On an island still tormented by the Troubles, Britain’s Legacy Act is making things worse | Fintan O’Toole

Fifty years ago, on 17 May 1974, my father, a bus conductor, was out on strike. That day, the Troubles arrived with a vengeance in my home town of Dublin. Three bombs exploded at different points in the city centre during rush hour. Because the buses were not operating, there were more people walking along those streets than usual. Twenty-three of them were killed and another three later succumbed to their injuries. Another bomb that exploded 90 minutes later in Monaghan, on the southern side of the border, killed seven people.

In 1984, when I was trying to write a piece for the 10th anniversary of the bombings, I called to the houses of some of the bereaved families. No one wanted to talk to me. They felt betrayed, abandoned, already forgotten. They had no trust in anyone. Marie Sherry, who was injured but survived, later described how, in the weeks and months after the massacre, she would ask her mother: “‘Mum, any news on those people who did the bombing? Was anybody charged?’ There never was news. There were no names. Nobody was charged. I lived my life thinking, ‘These guys are walking around. They could be sitting beside me in the cinema. They could be on the bus.’”

This torment continues to haunt tens of thousands of people who lost loved ones or who were themselves maimed in atrocities during the Troubles. Writing in 2021, Jon Boutcher, who is now chief constable of the Police Service of Northern Ireland, noted how anniversaries mark not just the moments of death, but the intolerable passage of years of unknowing: “Anniversaries of such awful events as the devastating attacks in Dublin and Monaghan will continue to be unbearably painful reminders of the distrust and disharmony that existed then and sadly, without answers for families, remains today.”

Distrust and disharmony linger because impunity goes deep. Figures obtained by the investigative website The Detail in 2018 show 1,186 of the 3,200 killings within Northern Ireland (thus not including those in the Republic of Ireland or Britain) remain unsolved. Of these, 46% were attributed to republican paramilitaries, 23% to loyalist paramilitaries and 29% to the security forces. This last figure is telling: the UK state is not, in all of this, a neutral presence. It has a lot of skin and bone and blood in the game.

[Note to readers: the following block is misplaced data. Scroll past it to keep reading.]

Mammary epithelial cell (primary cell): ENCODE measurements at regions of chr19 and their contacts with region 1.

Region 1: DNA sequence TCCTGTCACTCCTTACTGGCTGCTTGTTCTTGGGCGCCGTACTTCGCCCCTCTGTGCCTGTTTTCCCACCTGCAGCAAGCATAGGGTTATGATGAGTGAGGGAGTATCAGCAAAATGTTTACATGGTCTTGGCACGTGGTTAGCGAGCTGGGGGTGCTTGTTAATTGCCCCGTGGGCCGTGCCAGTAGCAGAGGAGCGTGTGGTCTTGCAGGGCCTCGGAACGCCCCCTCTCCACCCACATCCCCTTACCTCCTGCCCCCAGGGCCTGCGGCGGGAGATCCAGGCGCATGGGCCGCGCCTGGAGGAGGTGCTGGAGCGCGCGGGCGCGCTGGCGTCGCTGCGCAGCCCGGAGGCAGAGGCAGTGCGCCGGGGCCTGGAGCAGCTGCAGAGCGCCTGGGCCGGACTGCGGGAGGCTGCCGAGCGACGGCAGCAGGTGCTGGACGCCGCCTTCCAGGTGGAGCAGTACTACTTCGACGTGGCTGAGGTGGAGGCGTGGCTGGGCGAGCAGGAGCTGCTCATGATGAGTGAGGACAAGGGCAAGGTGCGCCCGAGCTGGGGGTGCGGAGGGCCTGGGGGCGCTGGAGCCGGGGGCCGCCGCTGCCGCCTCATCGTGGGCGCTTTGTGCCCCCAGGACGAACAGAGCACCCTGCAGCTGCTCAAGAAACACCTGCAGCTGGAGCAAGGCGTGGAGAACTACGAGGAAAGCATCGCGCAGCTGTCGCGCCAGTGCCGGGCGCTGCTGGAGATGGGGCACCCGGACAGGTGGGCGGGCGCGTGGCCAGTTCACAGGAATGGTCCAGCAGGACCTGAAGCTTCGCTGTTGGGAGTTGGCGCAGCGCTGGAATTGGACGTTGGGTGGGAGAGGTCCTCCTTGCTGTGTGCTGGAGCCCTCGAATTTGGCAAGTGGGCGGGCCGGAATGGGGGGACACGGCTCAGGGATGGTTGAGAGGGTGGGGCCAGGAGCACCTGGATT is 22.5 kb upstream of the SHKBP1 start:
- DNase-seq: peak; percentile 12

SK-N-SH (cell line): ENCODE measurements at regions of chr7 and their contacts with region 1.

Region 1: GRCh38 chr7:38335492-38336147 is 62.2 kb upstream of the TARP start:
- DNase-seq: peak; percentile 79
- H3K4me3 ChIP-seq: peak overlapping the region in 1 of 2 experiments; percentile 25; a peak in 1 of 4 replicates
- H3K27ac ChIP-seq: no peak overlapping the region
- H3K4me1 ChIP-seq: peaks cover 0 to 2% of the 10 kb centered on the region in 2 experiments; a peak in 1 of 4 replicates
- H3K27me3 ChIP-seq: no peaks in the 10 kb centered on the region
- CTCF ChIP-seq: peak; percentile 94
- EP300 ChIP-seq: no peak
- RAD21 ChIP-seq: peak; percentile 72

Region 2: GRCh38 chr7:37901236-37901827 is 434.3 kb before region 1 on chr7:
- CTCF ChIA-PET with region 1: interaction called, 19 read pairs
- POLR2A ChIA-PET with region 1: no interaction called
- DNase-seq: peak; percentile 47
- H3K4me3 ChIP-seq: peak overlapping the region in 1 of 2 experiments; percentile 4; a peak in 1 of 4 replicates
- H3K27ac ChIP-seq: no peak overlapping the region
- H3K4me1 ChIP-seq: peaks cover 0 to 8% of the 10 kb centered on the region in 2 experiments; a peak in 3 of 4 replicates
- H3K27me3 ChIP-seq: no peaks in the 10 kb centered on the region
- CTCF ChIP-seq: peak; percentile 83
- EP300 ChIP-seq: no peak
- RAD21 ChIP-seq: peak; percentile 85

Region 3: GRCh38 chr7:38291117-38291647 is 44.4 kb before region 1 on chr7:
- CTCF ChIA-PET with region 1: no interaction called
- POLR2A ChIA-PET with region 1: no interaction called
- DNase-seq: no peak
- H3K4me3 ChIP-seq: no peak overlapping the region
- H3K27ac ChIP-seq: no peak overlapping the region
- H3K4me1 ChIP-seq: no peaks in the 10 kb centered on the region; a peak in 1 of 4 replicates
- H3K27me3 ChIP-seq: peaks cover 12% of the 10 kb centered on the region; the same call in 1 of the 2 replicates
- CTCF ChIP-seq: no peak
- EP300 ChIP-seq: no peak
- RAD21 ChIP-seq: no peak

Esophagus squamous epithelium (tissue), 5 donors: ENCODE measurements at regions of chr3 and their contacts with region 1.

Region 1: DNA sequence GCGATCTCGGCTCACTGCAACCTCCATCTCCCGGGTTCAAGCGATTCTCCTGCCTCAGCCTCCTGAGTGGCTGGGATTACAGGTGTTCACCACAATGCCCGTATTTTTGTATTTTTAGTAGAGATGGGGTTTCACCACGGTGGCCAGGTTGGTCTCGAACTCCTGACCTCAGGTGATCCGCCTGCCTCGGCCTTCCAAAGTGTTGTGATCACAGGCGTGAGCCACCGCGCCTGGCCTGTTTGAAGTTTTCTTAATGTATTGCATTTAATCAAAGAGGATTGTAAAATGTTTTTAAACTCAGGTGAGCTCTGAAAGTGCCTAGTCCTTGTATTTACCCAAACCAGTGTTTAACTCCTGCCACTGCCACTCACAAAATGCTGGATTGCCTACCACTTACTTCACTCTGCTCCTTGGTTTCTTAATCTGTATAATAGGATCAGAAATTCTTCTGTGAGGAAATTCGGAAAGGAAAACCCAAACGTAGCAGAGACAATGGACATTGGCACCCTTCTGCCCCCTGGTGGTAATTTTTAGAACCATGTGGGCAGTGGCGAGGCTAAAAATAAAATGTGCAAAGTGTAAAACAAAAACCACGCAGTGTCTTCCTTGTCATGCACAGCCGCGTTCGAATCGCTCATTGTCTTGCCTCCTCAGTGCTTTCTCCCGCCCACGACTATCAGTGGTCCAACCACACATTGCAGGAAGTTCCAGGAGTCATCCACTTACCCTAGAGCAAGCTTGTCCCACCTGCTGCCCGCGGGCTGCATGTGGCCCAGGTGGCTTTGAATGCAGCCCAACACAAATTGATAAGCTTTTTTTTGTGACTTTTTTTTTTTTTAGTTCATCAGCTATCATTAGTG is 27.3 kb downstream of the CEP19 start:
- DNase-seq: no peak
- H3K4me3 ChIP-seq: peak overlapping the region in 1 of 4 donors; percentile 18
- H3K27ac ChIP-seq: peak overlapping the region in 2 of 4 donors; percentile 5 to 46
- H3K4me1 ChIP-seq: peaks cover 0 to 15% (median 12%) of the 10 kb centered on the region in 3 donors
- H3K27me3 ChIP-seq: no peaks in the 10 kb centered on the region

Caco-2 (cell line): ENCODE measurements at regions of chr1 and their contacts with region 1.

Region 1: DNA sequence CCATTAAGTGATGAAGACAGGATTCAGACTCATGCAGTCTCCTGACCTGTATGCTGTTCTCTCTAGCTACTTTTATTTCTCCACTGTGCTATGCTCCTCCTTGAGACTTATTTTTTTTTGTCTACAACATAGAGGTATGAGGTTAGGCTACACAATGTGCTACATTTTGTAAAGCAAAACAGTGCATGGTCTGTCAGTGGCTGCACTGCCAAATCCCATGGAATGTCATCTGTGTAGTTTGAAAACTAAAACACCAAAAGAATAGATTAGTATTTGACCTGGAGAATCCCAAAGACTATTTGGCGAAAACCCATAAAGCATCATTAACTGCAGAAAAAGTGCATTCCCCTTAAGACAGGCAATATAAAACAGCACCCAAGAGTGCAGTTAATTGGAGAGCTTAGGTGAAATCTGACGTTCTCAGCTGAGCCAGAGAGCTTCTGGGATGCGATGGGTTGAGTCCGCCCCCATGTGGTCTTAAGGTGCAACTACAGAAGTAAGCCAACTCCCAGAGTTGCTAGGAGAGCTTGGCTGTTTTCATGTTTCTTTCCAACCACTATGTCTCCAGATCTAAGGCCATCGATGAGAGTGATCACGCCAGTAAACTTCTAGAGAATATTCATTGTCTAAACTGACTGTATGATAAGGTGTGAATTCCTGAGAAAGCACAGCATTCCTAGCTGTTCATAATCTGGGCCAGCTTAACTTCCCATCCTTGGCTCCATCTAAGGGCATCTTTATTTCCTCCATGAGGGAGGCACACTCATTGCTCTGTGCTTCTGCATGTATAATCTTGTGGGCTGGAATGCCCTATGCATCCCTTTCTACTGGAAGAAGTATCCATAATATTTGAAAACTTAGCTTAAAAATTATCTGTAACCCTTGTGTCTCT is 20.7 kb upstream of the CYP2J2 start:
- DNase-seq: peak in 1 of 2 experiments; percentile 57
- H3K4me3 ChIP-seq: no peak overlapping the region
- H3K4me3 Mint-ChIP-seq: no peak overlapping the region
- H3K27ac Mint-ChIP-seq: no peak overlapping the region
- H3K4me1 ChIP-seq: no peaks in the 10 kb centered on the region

It is right to remember that paramilitaries, including the IRA, of which Sinn Féin was the political wing, remain deeply embedded in this culture of impunity. Just last month, the inquest into the sectarian murders of 10 Protestant workmen at Kingsmills in County Armagh in 1976 noted that the IRA has continued to lie about its perpetration of the massacre. The coroner also put on record that the IRA refused to engage with the inquest and that there had been “no acknowledgement by the IRA of the utter wrongness of the atrocity, its impact on those bereaved or the damage caused to the entire community”.

This damage continues to be done through selective outrage. Some of those who demand accountability from the British state exempt themselves from the same strictures. In the absence of a comprehensive truth and reconciliation process, the fundamental right of all the bereaved to know what happened to their loved ones is weaponised for partial and partisan histories. Truth is pockmarked with selective silences. Whataboutery reigns.